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Mecklenburg DA: No Charges Against Deputy U.S. Marshal Who Shot And Killed Frankie Jennings In Charlotte

 Surveillance video released by the Mecklenburg County District Attorney's Office shows U.S. Marshals Service task force members trying to arrest Frankie Jennings in his car just before Jennings was shot to death on March 23.
Mecklenburg County District Attorney's Office
Surveillance video released by the Mecklenburg County District Attorney's Office shows U.S. Marshals Service task force members trying to arrest Frankie Jennings in his car just before Jennings was shot to death on March 23.

No charges will be filed against the deputy U.S. marshal who shot and killed Frankie Jennings in east Charlotte in March, Mecklenburg County’s district attorney said Tuesday.

District Attorney Spencer Merriweather wrote that officer Eric Tillman was “reasonable in his belief that he and other officers faced an imminent threat of great bodily harm or death” when Tillman opened fire on 32-year-old Jennings on March 23.

Tillman was assigned to the U.S. Marshals Service’s Carolinas Regional Fugitive Task Force when he and others were attempting to serve warrants on Jennings that day at a gas station on The Plaza. Jennings died at the scene.

According to the report the District Attorney’s Office submitted Tuesday to the Charlotte-Mecklenburg Police Department, which investigated the shooting, Tillman said he saw Jennings reach for a gun that was in Jennings’ car. Tillman fired three times. A Ruger semiautomatic handgun was later recovered from the center console of Jennings’ car.

The DA’s report says a frame-by-frame analysis of surveillance video showed Jennings quickly get into his Mercedes sedan as Tillman and a second deputy marshal approached, then “reaching toward the center of the vehicle with his right hand while his left hand remained up” until the second deputy marshal began struggling with him.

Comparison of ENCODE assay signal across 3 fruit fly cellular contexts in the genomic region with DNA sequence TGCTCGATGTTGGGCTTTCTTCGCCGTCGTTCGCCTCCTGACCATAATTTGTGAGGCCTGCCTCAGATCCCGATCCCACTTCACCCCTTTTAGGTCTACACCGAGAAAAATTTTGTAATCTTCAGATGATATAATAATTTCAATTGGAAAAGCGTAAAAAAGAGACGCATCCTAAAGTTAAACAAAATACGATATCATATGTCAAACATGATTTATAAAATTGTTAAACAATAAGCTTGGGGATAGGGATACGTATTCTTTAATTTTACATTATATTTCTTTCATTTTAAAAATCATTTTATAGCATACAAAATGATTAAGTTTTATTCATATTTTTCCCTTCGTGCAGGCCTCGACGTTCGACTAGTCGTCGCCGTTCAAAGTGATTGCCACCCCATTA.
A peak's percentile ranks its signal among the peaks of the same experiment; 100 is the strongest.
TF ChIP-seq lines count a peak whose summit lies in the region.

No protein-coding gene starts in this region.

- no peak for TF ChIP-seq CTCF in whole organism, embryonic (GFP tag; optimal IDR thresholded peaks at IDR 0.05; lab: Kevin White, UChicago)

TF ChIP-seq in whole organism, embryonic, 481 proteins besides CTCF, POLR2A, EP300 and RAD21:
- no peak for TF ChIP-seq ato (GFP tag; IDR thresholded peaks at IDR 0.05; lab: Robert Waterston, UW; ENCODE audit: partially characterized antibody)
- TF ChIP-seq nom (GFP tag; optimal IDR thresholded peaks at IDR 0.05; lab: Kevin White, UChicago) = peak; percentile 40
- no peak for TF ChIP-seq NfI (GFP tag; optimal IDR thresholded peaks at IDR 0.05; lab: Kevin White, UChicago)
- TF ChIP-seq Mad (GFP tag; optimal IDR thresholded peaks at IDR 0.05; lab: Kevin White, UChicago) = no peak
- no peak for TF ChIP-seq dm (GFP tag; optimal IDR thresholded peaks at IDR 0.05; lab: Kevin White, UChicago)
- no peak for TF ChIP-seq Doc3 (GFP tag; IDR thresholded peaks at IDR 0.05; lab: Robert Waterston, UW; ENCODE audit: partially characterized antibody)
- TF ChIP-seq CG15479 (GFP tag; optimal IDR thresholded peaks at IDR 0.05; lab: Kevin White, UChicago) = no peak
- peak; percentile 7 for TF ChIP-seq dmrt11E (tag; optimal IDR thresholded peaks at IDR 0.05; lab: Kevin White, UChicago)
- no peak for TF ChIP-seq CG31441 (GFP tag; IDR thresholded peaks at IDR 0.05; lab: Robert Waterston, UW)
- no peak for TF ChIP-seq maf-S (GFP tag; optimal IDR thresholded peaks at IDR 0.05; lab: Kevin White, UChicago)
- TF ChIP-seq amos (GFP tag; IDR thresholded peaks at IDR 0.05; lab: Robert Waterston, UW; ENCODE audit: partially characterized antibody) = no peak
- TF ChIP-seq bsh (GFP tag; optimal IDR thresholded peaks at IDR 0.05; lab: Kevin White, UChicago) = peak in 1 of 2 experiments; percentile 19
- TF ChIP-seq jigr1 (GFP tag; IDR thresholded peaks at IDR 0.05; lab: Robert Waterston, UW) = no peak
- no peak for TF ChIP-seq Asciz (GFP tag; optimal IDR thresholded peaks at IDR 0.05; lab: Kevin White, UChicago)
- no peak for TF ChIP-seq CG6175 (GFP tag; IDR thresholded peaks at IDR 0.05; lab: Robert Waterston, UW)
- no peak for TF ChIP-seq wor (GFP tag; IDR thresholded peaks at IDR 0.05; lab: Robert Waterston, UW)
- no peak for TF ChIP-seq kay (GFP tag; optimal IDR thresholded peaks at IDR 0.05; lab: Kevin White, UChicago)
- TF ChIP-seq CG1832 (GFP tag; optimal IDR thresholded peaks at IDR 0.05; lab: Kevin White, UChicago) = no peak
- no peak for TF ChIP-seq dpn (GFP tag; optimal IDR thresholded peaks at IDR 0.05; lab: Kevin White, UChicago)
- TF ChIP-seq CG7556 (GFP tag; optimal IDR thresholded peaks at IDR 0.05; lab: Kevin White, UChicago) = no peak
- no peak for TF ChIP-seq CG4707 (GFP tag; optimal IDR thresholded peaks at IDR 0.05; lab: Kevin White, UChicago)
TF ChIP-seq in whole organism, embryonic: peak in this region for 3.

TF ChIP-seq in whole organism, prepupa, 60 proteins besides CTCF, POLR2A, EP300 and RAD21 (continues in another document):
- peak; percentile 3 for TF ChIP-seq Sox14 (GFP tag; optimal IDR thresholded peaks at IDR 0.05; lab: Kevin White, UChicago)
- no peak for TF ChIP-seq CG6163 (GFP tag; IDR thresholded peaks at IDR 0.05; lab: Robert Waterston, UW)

Video shows that Jennings “alternated between looking at officers and back toward the center of the vehicle” as Tillman and the second deputy struggled with him, according to the report.

Merriweather’s report described video showing Jennings’ sedan moved forward and struck a task force officer’s unmarked SUV that had pulled in to block the way. At that point, the SUV blocks the camera's view of the sedan with Jennings and the task force officers.

“The evidence suggests it was at this point that Senior Inspector Tillman fired his weapon,” Merriweather wrote.

Jennings was shot within 13 seconds of officers pulling up.

According to the report, video evidence was obtained by surveillance cameras and body-worn cameras from CMPD officers who later arrived on the scene. Deputy marshals were not wearing body cameras and their vehicles were not equipped with recording devices. Tillman was the only officer who fired a weapon.

Merriweather said Tillman had been advised that Jennings had been previously accused of shooting into a vehicle and of “dragging a law enforcement officer alongside a vehicle after officers made contact with him.”

“At any trial of this matter, Senior Inspector Tillman’s subjective belief that the decedent posed an imminent threat to his life or the life of others would be an issue for the jury,” Merriweather wrote to Charlotte-Mecklenburg Police Chief Johnny Jennings, who is not related to Frankie Jennings. “The knowledge Senior Inspector Tillman possessed with regard to the allegations of the defendant informed his subjective beliefs and would be admissible evidence for the jury to consider.”

A vigil was held for Jennings on the night of his shooting at the gas station.

You can read District Attorney Spencer Merriweather's full report here.

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Sarah Delia is a Senior Producer for Charlotte Talks with Mike Collins. Sarah joined the WFAE news team in 2014. An Edward R. Murrow Award-winning journalist, Sarah has lived and told stories from Maine, New York, Indiana, Alabama, Virginia and North Carolina. Sarah received her B.A. in English and Art history from James Madison University, where she began her broadcast career at college radio station WXJM. Sarah has interned and worked at NPR in Washington DC, interned and freelanced for WNYC, and attended the Salt Institute for Radio Documentary Studies.
Dash joined WFAE as a digital editor for news and engagement in 2019. Before that, he was a reporter for the Savannah Morning News in Georgia, where he covered public safety and the military, among other topics. He also covered county government in Gaston County, North Carolina, for its local newspaper, the Gazette.